Point-Of-Care (POC) Tests And Their Implications For Healthcare
Traditionally, diagnostic testing was exclusively performed within complex laboratories. As the need for more convenient and rapid diagnostics grow worldwide, testing has begun to partially decentralize, and our technology has started to catch up with the growing demand. With the recent development of more portable and easy-to-use testing devices, laboratory testing is now complemented by point-of-care (POC) tests that can be performed outside of the laboratory. Here is what to know about point-of-care (POC) testing.
What are point-of-care (POC) tests?
Point-of-care (POC) testing refers to any test that is performed outside the centralized laboratory and near a patient or treatment site. As Point-of-care (POC) tests enable sample collection, analysis, and interpretation without need for laboratory technology, these tests can be performed as close as possible to the patient. They can be used to analyze a wide range of health parameters at the bedside, in ambulances, accident scenes, infectious disease containment units, remote regions, ships, and even in a space shuttle.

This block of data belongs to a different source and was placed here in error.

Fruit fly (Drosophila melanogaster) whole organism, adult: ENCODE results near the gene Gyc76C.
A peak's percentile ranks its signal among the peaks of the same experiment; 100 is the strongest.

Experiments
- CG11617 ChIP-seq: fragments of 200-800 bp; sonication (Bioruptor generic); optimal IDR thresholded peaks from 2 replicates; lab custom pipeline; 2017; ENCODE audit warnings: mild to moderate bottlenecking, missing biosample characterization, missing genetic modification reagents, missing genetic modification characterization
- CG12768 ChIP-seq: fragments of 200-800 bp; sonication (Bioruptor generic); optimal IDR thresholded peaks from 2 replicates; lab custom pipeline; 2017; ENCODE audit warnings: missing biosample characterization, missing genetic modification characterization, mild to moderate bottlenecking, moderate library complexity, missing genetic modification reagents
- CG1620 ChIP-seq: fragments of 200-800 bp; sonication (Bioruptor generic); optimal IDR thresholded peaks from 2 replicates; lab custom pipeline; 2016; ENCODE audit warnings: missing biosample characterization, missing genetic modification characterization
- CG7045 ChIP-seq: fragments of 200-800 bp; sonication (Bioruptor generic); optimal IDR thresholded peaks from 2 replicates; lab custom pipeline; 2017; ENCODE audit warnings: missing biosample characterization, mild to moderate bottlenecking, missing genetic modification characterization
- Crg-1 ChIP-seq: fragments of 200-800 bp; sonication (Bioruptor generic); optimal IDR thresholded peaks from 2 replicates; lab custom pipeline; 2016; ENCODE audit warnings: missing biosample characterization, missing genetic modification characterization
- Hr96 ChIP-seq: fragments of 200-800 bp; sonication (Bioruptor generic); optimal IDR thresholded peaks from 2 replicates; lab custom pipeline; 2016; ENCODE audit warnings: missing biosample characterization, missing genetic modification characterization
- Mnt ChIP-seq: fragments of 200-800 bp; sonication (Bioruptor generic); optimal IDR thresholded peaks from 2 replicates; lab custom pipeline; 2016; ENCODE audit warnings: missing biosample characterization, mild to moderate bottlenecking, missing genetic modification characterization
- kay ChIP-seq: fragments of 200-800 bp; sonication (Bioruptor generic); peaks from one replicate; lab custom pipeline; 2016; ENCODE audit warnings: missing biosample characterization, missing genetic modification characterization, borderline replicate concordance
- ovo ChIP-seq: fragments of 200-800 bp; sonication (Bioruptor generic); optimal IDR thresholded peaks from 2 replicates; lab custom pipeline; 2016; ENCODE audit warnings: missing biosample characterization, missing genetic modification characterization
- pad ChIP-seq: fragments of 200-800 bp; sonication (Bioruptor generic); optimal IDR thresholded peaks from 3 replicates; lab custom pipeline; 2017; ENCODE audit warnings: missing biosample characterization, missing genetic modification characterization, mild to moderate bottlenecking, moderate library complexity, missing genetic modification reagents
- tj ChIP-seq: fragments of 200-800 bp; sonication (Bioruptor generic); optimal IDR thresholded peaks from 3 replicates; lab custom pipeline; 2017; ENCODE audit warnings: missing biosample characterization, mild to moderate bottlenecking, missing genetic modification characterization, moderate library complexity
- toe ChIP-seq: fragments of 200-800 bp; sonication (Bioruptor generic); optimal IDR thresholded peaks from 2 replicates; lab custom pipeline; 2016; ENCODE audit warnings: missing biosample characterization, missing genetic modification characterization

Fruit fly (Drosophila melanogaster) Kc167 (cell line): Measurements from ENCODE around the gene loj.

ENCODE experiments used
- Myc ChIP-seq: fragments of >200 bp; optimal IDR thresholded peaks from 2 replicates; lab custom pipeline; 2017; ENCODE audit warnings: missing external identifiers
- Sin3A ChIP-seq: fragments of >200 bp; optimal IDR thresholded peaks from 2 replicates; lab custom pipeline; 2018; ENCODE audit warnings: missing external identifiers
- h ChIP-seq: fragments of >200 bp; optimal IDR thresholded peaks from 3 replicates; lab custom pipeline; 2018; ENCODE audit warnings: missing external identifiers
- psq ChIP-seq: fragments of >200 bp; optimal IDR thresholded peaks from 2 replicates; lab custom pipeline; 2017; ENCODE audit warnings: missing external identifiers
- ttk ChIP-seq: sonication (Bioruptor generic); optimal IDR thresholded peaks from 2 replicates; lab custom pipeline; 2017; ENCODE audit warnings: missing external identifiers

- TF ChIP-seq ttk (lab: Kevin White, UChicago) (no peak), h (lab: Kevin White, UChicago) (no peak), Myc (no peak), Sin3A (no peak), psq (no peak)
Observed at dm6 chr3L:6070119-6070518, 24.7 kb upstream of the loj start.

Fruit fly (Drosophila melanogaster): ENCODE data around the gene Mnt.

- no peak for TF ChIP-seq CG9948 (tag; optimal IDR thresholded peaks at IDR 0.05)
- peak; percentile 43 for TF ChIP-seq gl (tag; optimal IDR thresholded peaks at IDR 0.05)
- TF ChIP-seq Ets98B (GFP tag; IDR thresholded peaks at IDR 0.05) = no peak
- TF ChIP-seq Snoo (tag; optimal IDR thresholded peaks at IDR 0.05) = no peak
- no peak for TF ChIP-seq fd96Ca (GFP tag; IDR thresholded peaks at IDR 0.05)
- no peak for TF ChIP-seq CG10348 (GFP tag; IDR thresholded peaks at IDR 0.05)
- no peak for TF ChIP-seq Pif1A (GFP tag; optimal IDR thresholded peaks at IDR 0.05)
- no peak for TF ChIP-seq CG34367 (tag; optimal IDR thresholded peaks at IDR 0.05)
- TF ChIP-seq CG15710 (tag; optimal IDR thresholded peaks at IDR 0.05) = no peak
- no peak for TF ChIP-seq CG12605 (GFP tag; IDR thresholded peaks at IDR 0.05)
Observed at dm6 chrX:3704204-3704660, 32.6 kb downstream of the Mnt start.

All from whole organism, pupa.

Point-of-care (POC) tests can be performed by a wide range of healthcare practitioners such as emergency first responders, radiologists, doctors, nurses, physician assistants, and laboratory professionals. Some point-of-care (POC) tests, called self-tests or at-home tests, even allow self-administration. Moreover, Point-of-care (POC) tests typically result within minutes, which prevents delays in decision making. Today, option of point-of-care (POC) testing is available for the screening of a myriad of conditions including blood glucose testing, pregnancy testing, blood gas and electrolytes analysis, cholesterol monitoring, fecal occult blood analysis, urine strips testing, drug abuse testing, rapid cardiac markers diagnostics, as well as infectious disease testing such as COVID-19 rapid testing, influenza testing, and HIV testing.